Korean War, redacted
The newspaper commissioned a college admission service provider to conduct a survey of high school students, and 69 percent of respondents said, “The Korean War was a northward invasion.” The outcome was dubious, so I inquired with the company as to whether the students understood the term “northward” correctly.
I was given an unexpected explanation. The company suggested that the survey question be changed to “North Korea attacked South Korea” because “southward” and “northward” were confusing to students. But the government insisted on keeping the confusing wording.
A week after the report, the now-impeached Park Geun-hye said at the Blue House secretarial meeting, “It is a shocking result. The historical distortion must be corrected.” It was only three months after she was inaugurated. The “history textbook battle” led to consuming, partisan discord.
Five years have passed, and the textbook battle is about to resume. After the standardization was scrapped, the history textbook has changed to an approval-based system. But the standards are the issue. The proposed draft by the policy researchers commissioned by the Korea Institute of Curriculum and Evaluation states in the sections on the Korean War, “Study the background and development of the Korean War and understand the process by which division set in after the war.”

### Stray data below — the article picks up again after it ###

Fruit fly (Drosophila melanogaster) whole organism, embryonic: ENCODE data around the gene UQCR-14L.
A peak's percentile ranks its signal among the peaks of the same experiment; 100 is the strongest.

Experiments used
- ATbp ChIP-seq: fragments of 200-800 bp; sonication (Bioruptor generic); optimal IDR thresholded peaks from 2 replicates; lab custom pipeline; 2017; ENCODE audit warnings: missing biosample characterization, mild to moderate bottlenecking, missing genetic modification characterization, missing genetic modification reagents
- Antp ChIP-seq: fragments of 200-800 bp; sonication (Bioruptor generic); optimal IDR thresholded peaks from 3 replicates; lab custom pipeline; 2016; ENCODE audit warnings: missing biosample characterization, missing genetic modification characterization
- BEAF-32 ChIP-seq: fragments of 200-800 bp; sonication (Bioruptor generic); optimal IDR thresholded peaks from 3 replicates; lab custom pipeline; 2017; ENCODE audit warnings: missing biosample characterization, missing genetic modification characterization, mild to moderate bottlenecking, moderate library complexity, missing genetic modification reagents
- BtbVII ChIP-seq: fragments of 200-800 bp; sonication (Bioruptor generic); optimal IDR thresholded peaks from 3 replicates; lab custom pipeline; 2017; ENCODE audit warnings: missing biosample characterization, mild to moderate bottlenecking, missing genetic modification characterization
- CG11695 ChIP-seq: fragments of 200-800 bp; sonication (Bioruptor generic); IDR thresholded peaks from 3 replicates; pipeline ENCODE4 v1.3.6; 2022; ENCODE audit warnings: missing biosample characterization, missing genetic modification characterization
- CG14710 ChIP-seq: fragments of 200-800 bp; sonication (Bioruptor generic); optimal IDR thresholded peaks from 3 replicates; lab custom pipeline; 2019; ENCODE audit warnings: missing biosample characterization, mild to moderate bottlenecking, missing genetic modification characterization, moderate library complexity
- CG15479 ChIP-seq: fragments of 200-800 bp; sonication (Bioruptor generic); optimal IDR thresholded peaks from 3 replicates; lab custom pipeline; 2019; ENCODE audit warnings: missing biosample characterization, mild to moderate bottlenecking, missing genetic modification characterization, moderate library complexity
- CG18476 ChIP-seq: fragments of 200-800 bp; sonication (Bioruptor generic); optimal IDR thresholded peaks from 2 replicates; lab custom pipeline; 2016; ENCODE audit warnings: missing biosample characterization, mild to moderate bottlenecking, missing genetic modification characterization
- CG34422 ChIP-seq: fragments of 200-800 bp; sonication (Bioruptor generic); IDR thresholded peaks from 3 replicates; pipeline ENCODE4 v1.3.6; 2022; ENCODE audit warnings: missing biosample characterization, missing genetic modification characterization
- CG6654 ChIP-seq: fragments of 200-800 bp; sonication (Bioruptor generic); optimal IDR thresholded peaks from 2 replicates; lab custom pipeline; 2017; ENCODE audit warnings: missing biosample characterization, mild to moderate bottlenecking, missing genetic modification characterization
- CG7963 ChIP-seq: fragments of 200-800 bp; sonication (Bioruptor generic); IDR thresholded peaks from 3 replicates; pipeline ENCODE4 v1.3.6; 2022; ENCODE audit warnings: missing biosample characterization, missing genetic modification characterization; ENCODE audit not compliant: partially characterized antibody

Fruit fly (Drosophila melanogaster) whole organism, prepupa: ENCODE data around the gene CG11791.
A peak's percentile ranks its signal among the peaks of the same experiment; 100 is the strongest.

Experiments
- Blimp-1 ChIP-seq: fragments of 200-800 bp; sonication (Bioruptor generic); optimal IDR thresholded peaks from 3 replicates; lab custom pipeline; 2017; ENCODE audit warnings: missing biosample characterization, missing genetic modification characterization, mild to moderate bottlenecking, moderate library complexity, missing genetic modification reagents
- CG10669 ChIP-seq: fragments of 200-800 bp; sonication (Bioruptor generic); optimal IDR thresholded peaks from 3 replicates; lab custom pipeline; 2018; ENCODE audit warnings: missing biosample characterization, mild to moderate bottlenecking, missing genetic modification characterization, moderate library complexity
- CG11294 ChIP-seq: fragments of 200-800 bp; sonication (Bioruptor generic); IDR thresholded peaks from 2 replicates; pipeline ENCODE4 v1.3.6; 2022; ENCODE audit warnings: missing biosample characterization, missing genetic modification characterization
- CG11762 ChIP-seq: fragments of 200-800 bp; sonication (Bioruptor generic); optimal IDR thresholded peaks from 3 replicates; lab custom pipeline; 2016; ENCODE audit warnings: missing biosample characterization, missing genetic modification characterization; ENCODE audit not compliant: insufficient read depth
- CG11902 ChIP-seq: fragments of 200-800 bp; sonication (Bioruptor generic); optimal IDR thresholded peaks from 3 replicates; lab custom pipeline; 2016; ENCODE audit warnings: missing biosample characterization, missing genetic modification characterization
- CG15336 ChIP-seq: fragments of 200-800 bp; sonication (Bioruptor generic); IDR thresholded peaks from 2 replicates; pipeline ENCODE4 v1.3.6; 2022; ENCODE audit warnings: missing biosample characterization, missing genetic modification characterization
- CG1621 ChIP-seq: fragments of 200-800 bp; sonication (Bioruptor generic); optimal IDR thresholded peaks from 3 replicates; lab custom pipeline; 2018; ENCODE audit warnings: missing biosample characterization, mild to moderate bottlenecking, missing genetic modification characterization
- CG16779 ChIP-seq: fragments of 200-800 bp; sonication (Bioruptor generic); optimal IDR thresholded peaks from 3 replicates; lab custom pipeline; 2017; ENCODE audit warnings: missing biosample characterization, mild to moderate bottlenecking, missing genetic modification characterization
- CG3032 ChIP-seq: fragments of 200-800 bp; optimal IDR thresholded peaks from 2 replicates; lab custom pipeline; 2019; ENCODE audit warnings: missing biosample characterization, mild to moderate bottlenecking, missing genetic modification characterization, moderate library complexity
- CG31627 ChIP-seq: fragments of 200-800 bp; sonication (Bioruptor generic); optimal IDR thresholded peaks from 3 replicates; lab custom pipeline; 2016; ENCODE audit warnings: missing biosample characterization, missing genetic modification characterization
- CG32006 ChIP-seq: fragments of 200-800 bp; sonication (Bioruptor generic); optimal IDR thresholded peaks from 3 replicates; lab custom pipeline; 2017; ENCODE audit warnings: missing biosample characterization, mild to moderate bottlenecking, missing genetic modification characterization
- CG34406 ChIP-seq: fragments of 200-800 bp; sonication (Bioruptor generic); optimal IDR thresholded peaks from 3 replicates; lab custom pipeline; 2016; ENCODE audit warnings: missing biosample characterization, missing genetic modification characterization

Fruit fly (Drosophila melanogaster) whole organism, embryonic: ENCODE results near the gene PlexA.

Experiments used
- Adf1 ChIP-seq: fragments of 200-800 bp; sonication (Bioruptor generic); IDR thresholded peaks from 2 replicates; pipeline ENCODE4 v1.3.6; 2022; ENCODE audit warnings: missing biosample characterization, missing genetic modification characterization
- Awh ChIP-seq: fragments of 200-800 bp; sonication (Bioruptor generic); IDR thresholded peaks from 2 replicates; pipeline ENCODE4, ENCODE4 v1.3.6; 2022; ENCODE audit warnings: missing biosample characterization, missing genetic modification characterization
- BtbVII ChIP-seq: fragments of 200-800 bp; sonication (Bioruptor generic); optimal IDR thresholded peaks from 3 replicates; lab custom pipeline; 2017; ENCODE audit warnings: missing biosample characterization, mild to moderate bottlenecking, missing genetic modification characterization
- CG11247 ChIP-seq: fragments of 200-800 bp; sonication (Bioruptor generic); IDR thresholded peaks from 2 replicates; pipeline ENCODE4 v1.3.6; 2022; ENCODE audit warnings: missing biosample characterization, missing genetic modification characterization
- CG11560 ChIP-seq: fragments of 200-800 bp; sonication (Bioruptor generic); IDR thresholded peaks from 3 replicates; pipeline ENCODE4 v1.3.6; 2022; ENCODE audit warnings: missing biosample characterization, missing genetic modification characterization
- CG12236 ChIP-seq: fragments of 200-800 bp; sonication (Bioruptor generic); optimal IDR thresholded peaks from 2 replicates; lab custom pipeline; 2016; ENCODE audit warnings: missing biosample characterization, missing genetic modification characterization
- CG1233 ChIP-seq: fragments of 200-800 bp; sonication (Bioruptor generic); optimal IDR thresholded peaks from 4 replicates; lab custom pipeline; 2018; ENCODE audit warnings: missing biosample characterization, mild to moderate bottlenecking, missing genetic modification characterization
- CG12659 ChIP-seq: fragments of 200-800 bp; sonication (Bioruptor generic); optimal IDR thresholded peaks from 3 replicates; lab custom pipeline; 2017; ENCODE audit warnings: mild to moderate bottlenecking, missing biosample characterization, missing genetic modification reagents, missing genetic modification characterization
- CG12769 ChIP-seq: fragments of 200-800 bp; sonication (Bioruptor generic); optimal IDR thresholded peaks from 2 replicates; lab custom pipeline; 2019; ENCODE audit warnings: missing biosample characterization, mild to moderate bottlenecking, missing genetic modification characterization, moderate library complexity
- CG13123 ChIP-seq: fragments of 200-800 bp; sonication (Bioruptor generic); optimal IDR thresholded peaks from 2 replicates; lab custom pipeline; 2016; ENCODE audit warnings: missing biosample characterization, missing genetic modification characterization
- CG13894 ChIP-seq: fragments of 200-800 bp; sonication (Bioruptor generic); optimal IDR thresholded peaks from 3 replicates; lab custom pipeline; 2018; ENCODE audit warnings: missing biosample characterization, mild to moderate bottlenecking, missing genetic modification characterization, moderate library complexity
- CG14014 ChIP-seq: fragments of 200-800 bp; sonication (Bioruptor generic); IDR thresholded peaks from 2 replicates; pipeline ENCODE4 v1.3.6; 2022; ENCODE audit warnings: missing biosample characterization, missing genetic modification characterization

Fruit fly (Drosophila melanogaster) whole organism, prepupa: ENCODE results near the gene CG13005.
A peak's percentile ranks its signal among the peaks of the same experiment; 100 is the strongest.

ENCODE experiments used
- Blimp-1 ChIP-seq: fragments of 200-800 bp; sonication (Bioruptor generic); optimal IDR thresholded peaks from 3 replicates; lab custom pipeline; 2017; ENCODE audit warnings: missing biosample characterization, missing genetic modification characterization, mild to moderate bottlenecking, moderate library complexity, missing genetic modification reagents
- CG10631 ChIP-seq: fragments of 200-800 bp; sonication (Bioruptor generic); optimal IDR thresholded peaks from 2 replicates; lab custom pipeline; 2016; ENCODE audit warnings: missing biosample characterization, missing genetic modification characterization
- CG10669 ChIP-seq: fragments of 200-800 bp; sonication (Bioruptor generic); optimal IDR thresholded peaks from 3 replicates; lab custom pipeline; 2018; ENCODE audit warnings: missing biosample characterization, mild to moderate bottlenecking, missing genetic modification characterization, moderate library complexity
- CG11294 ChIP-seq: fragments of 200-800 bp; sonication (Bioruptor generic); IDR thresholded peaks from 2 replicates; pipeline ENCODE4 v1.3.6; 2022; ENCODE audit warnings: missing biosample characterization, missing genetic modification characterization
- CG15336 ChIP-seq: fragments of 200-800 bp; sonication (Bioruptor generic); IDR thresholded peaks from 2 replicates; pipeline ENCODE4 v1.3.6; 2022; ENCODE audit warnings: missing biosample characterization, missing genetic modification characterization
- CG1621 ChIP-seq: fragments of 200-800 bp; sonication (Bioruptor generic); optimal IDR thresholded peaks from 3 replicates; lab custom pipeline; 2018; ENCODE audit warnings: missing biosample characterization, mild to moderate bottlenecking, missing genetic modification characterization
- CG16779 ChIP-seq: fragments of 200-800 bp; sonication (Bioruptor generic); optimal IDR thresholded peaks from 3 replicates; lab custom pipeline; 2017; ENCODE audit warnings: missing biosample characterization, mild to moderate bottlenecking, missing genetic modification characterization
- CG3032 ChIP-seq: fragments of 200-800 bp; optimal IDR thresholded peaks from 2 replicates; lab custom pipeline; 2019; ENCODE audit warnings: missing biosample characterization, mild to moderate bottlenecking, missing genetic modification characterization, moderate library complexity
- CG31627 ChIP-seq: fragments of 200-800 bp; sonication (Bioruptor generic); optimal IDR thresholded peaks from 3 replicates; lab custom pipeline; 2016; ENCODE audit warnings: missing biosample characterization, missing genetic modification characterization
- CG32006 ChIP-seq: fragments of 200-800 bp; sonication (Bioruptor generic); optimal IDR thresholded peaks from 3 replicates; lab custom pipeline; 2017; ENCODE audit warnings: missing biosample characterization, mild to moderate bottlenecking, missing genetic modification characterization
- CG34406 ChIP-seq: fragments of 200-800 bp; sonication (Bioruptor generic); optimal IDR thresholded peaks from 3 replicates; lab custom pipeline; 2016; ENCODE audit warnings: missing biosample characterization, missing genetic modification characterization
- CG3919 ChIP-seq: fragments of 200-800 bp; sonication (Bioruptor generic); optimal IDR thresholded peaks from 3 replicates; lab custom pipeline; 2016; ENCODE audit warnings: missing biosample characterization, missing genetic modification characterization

The original sentence — “The Korean War broke out by the North Korean regime’s all-out southward invasion” has simply been changed to “the Korean War.” As a result, the question of who invaded who is not explicitly stated in the textbook.
The Ministry of Education explained that they will supplement and revise the text to make it clearer.
Historical facts such as the North’s southward invasion and hereditary succession cannot be erased. The Education Ministry can put such doubts to rest by clearly stating that the textbook will sufficiently include the right content to avoid confusion among students.
What’s more important than the criteria is the textbook itself. It should be a high-quality textbook with objective, balanced and diverse perspectives. Otherwise, it could end in a suffocating quagmire of opposing views, and supporters of the state-authored textbook could argue that the Park administration attempted standardization to avoid controversy. Then, what will we have learned from the fiasco five years ago?
JoongAng Ilbo, Feb. 14, Page 26
*The author is head of the education news team of the JoongAng Ilbo.
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